Useful lessons from a life on the road

An exclusive excerpt from Matt McGinn's memoir, Roadie: My Life on the Road with Coldplay, which chronicles his eight years as a guitar technician for Coldplay guitarist Jonny Buckland.
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An exclusive excerpt from Matt McGinn's memoir, Roadie: My Life on the Road with Coldplay, which chronicles his eight years as a guitar technician for Coldplay guitarist Jonny Buckland.

It's not duff notes or panic attacks that really keep roadies and live musicians awake at night. It's something else, something almost too scary to mention. I'll see if I can describe it for you . . .

As far as Jonny [Buckland] and I go, we haven't had too many technical disasters, although anyone who's done this kind of job for long enough will have at least one nightmare tale to tell. Whether it's Twickenham with The Rolling Stones or Arlene's Grocery with Dave and The Shitheads, every guitarist, singer and roadie is at the mercy of hundreds of wires, one of which will - sooner or later, ready or not - decide to snap. And snap one really did in Belgium. Holy shite.

We'd been on the road promoting Rush of Blood for about twelve months and were beginning to feel invincible and slightly insane in equal measure. By the time our party reached the backstage area at the 2003 Rock Werchter festival, millions of records had been sold and every gig was packed while the band and crew were beyond confident and had become used to concerts being either fairly good or just totally unbelievable, as if it was a normal life we were all leading. I wouldn't say I was smug but I'd certainly started to think I was one of the big boys as I merrily chatted away to R.E.M.'s crew backstage, blithely unaware of what the gods of rock had in store for me and my poor old trusting boss Jonny Buckland.

There's a theory that life on the road accentuates everything, including the power of old adages. So, a worn-out saying like 'Pride comes before a fall' could hold whole new reserves of significance in the context of a concert.

This came frighteningly true when, three songs into the triumphant, still-daylight, nowhere-to-hide show, Jonny's guitar sound cut out completely halfway through A Rush of Blood to the Head - just silence - in front of 30,000 people. Including R.E.M. And their crew. Who were all standing right behind me.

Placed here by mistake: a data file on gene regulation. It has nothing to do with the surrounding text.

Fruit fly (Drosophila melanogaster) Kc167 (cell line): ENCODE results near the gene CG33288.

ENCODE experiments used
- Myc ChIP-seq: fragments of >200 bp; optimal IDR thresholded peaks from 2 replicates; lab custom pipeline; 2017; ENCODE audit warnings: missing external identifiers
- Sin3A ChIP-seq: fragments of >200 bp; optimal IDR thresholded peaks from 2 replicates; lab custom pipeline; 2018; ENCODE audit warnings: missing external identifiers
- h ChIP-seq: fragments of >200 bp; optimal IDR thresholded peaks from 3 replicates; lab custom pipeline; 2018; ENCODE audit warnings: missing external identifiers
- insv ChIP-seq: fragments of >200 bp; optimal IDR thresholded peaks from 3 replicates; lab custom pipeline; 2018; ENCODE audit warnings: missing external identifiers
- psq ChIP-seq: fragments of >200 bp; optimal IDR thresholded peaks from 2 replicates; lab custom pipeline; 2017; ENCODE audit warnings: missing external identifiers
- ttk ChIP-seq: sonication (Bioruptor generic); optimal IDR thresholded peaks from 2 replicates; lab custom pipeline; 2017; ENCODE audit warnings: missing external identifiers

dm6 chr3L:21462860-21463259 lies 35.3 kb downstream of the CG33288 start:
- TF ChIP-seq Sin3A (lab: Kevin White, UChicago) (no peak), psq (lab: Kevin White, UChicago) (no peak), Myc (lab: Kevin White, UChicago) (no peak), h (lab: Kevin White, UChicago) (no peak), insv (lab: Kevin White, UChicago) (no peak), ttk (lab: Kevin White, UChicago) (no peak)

Fuck. What now?

OK, first off, was it the guitar or the cable? Checked them. No.

Plus, it looked like there was signal getting through the whole effects system. But no noise.

Fuck again, but with added Oh Jesus.

Maybe it was the amplifier itself - checked that too, but no, another dead-end, the amp was fine.

By this time the song was half over and I was thinking I'd sack it and go to the spare rig, which at that time was basically an emergency baby version of our main setup. I suggested this to my rapidly reddening boss who agreed that, yes, it would save time and aggro. We waited until the tune stopped and gave it a go in the gap.

It didn't work either.

Who's seen Jaws? That bit near the end where Richard Dreyfuss's character Hooper is submerged in the shark cage and - aargh, dork - accidentally drops his pointy stick into the deep just as our great white plastic villain begins to bend the bars with its snout? I won't spoil the ending for anyone left in Christendom who's still yet to see the film, but there's a look of horror on the actor's face which, even without the diving mask, you'd have recognised on mine that day in Belgium too. Put simply, I was fucked.

I went through everything again and checked what I could but the fact is I was utterly bamboozled. And when things are that wrong and you've spent three whole songs trying to claw it back, you're going to be way behind and ill prepared for anything else, least of all joining in on Yellow. It was truly tragic, and in the end being so lost and out in the open caused Jonny's record-breaking fuse-length to desert him. Wearing the mask of a wronged Welsh dragon, he kicked over the spare amp in a rage, causing it to almost land on an unsuspecting young camera assistant who was hiding behind it. No harm done, but Jonny was immediately upset and very concerned; onlookers said they'd never seen a facial expression change so quickly.

We limped feebly through the last part of the show making some sort of noise, although I don't really remember how or what. All I recall is a blur of effects pedals and cables, and that hot, tearful, lip- chewing sensation that only accompanies true failure and embarrassment. The band, thank the Lord, just got on with the gig, held things together like proper professionals and ensured that we all got away with it. But me and JB were badly stung forever.

Of course, the next day, we uncased everything backstage, plugged stuff in and couldn't break the rig if we tried. I've since come up with ideas about what happened that seem feasible - duff connections, broken plugs, poltergeists, etc. - but in the end we'll never really know. An entire duplicate setup was quickly flown in from our American arsenal just in case, although the rest of the tour passed without further incident and - touch wood - it's never happened again since. But still, we'd learned a valuable chant, which is worth knowing by heart if you're ever thinking of doing any sort of serious roadie-ing:

Don't start thinking you're cool because that's when things blow up.

And, most importantly of all:

For fuck's sake, if you can afford it, have three of everything.

+ This is an edited version of an excerpt from Matt McGinn's Roadie: A LIfe on the Road with Coldplay, ISBN 9781906032654, available from, officially priced £14.99.


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